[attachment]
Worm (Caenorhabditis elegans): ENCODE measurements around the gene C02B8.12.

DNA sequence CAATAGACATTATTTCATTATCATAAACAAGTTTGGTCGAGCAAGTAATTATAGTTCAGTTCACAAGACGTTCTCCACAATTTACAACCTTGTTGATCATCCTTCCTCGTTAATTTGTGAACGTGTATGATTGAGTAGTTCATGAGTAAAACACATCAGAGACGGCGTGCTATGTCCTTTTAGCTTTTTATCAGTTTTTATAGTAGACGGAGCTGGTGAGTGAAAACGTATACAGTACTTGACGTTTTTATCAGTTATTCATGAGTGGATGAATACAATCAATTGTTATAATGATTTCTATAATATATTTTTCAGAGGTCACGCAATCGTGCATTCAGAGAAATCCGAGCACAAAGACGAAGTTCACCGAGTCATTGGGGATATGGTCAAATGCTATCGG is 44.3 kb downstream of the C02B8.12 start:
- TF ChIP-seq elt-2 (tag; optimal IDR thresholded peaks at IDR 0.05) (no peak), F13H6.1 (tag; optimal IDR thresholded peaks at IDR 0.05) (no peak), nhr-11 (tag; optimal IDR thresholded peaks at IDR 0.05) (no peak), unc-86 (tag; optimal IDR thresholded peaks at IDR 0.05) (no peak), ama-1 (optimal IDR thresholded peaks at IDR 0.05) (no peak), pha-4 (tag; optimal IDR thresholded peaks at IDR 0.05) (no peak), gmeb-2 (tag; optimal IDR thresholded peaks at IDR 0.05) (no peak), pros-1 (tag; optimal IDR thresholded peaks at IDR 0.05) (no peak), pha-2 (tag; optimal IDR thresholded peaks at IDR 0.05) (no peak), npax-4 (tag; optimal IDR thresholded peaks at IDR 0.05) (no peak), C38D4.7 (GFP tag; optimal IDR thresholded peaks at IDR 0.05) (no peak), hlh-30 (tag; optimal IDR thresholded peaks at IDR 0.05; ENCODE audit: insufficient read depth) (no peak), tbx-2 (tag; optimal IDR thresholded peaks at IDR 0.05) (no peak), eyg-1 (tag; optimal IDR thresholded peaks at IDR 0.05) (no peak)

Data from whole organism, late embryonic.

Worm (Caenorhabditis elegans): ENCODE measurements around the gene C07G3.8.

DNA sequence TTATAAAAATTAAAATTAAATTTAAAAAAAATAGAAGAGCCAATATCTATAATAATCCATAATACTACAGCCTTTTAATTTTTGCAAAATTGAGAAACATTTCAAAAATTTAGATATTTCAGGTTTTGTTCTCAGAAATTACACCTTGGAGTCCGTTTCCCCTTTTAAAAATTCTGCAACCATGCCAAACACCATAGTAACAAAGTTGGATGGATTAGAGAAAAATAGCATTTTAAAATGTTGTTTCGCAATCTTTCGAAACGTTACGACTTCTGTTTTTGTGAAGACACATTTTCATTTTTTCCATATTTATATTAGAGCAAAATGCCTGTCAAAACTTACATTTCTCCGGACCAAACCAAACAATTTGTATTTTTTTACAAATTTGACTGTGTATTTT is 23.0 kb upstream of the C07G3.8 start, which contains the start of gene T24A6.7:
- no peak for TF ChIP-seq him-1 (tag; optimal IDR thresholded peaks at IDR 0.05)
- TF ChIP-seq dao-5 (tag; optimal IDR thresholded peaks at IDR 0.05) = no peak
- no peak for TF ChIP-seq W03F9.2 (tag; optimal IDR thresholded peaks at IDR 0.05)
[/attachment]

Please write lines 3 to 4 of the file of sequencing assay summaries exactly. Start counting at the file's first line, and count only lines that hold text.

- TF ChIP-seq elt-2 (tag; optimal IDR thresholded peaks at IDR 0.05) (no peak), F13H6.1 (tag; optimal IDR thresholded peaks at IDR 0.05) (no peak), nhr-11 (tag; optimal IDR thresholded peaks at IDR 0.05) (no peak), unc-86 (tag; optimal IDR thresholded peaks at IDR 0.05) (no peak), ama-1 (optimal IDR thresholded peaks at IDR 0.05) (no peak), pha-4 (tag; optimal IDR thresholded peaks at IDR 0.05) (no peak), gmeb-2 (tag; optimal IDR thresholded peaks at IDR 0.05) (no peak), pros-1 (tag; optimal IDR thresholded peaks at IDR 0.05) (no peak), pha-2 (tag; optimal IDR thresholded peaks at IDR 0.05) (no peak), npax-4 (tag; optimal IDR thresholded peaks at IDR 0.05) (no peak), C38D4.7 (GFP tag; optimal IDR thresholded peaks at IDR 0.05) (no peak), hlh-30 (tag; optimal IDR thresholded peaks at IDR 0.05; ENCODE audit: insufficient read depth) (no peak), tbx-2 (tag; optimal IDR thresholded peaks at IDR 0.05) (no peak), eyg-1 (tag; optimal IDR thresholded peaks at IDR 0.05) (no peak)

Data from whole organism, late embryonic.